“Along with the idea of romantic love, she was introduced to another–physical beauty. Probably the most destructive ideas in the history of human thought. Both originated in envy, thrived in insecurity, and ended in disillusion.”
Eleven-year-old Pecola Breedlove is pregnant with her father’s baby, and there is much outrage but little sympathy among the residents of Lorain, Ohio’s African-American community. Considered to be a very ugly little girl, Pecola prays to be beautiful, a wish that centers on her desire for blue eyes. Pecola’s friend, Claudia MacTeer, looks back on the summer of 1941, trying to make sense of what befell Pecola, and how watching the events unfold formed her insights into race and beauty, and particularly the way it impacts women and girls.
Broken into four sections that follow the seasons, Claudia recounts the events surrounding Pecola’s rape. The narrative has a fragmented structure, and other sections delve away from Claudia, focusing on Pecola’s parents, or other residents of Lorain, such as the town psychic Soaphead Church. All of the characters feel a little distant, and a little unknowable, but no one more-so than Pecola herself. In her afterword to the 1994 edition (and included in modified form as a foreword in the more recent Vintage editions) Toni Morrison writes that she was trying to walk a fine line between creating sympathy for Pecola, and engendering pity, which she sought to avoid. According to Morrison, The Bluest Eye began as “a bleak narrative of psychological murder,” and as such the victim was unsuitable as a point of view character, rendering her distant.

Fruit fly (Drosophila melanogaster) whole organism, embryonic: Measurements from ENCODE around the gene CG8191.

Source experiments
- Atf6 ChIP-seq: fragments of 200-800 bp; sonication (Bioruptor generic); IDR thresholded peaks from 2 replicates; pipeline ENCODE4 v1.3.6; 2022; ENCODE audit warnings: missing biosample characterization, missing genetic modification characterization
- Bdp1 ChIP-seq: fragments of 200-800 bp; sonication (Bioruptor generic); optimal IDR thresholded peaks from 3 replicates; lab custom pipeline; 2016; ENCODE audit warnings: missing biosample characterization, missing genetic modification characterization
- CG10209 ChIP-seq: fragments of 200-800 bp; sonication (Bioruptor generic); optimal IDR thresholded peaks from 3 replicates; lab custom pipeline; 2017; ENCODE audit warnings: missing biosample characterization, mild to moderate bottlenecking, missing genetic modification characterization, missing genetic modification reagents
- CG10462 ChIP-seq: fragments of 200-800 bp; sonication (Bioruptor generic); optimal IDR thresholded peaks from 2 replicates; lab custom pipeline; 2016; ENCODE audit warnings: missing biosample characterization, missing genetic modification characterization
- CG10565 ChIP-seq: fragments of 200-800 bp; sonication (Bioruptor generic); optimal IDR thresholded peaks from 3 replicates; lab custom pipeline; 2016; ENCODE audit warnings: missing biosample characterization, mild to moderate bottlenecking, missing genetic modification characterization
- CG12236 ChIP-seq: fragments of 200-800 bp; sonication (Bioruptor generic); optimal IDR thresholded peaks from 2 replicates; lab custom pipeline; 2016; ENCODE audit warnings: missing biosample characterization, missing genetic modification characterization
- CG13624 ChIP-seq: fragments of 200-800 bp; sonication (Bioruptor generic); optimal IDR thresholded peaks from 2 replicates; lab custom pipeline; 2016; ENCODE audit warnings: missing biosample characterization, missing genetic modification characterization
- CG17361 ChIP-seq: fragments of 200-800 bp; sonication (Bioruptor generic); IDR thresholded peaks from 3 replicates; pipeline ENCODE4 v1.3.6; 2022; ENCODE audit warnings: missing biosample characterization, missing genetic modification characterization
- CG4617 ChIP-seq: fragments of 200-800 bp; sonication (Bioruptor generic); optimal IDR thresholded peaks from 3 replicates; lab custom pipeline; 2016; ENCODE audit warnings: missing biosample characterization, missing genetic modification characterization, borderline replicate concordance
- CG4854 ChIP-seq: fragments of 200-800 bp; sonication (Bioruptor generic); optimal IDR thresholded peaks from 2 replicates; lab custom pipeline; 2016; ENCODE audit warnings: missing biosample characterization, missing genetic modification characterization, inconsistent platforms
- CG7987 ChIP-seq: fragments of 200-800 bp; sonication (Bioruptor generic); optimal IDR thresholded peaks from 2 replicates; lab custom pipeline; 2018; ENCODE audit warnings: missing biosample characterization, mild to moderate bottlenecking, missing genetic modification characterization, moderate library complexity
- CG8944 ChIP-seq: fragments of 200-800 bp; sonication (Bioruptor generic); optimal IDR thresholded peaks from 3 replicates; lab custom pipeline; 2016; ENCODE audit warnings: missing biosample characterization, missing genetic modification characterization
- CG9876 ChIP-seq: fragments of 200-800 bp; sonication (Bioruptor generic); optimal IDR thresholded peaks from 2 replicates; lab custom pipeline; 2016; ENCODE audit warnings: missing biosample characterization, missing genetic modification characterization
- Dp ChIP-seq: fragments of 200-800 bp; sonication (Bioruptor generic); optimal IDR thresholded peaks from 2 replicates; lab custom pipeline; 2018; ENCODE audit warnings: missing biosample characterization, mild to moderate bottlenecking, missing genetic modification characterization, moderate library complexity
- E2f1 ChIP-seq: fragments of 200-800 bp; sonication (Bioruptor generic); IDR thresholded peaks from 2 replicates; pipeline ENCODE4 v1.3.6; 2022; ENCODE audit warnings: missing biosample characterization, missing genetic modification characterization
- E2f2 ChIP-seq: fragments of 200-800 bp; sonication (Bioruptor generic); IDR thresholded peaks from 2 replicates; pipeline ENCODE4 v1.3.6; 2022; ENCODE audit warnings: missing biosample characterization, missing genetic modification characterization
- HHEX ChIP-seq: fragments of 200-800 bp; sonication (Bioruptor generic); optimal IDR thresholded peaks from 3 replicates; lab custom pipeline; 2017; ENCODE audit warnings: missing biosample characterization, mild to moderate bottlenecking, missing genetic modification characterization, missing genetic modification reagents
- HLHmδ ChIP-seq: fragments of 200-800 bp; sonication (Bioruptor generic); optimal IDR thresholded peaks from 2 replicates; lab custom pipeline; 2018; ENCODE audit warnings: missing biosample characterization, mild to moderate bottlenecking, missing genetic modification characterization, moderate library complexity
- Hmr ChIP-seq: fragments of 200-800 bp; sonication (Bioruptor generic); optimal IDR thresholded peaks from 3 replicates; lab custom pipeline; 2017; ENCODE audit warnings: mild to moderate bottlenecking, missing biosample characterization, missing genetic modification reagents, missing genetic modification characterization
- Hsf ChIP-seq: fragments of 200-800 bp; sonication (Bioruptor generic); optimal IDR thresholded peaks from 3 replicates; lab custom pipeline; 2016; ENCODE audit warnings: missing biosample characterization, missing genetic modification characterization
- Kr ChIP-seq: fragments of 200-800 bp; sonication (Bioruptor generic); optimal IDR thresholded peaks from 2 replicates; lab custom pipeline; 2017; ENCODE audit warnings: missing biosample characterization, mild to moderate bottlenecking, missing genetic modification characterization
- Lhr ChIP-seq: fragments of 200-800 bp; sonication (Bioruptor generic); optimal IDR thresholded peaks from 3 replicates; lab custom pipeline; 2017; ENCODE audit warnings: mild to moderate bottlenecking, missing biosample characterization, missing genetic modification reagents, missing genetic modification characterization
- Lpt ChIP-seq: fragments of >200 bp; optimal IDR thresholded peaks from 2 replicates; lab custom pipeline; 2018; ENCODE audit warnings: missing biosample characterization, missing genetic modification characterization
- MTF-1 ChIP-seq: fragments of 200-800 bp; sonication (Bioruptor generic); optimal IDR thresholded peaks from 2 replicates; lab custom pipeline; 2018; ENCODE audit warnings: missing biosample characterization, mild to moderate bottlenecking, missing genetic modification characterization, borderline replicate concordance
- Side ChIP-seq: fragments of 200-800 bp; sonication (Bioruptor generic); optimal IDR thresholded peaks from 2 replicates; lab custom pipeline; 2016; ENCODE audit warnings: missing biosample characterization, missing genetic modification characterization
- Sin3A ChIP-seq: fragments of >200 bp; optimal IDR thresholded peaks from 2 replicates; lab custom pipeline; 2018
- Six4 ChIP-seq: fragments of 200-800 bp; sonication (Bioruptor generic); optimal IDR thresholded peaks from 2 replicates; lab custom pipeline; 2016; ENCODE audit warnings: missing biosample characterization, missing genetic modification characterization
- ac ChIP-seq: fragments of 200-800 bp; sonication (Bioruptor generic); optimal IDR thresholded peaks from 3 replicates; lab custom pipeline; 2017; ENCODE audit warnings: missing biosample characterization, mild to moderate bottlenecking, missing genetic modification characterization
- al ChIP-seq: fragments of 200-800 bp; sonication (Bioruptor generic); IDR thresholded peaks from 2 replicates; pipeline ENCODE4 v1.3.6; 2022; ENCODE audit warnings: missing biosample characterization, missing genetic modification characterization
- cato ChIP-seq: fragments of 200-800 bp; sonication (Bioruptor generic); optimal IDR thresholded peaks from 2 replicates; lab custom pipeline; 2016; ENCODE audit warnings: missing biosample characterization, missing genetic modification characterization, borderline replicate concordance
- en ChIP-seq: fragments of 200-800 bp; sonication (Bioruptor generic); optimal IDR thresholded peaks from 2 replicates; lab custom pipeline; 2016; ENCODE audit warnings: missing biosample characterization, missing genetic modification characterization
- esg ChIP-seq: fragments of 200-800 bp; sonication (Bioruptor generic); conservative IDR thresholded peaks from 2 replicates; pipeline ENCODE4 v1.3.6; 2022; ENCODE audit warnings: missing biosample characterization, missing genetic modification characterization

At the same time that her protagonist is distant, a “narrative void” in Morrison’s own words, her rendering of Cholly Breedlove’s backstory makes him much more complex than a mere monster who could rape his own daughter. Similarly, she gives a striking introduction to the self-styled misanthrope Soaphead Church, before revealing him to be a pedophile. The result is distinctly uncomfortable—a feeling of distance from the victims, and a skin-crawling proximity to their violators. “I did not want to dehumanize the characters who trashed Pecola and contributed to her collapse,” Morrison reflects, and this makes The Bluest Eye all the more difficult to grapple with.
Even in her very first book, Morrison’s way with words is so striking that her power can turn your stomach, especially when she is laying out beautiful prose to describe terrible, unspeakable things. There is repetition and even rhyme woven into her words, which are gruesomely evocative descriptions of abuse and violence, rapists and pedophiles. I am of course influenced by retrospect, and the force Morrison has become in American literature, but this seems like talent in its raw form. It is hard to say if this is intentional juxtaposition between terrible acts and beautiful words, or an indiscriminate use of power by a fledgling writer. Still, it leaves me excited to delve further into her oeuvre, and see how her style develops.
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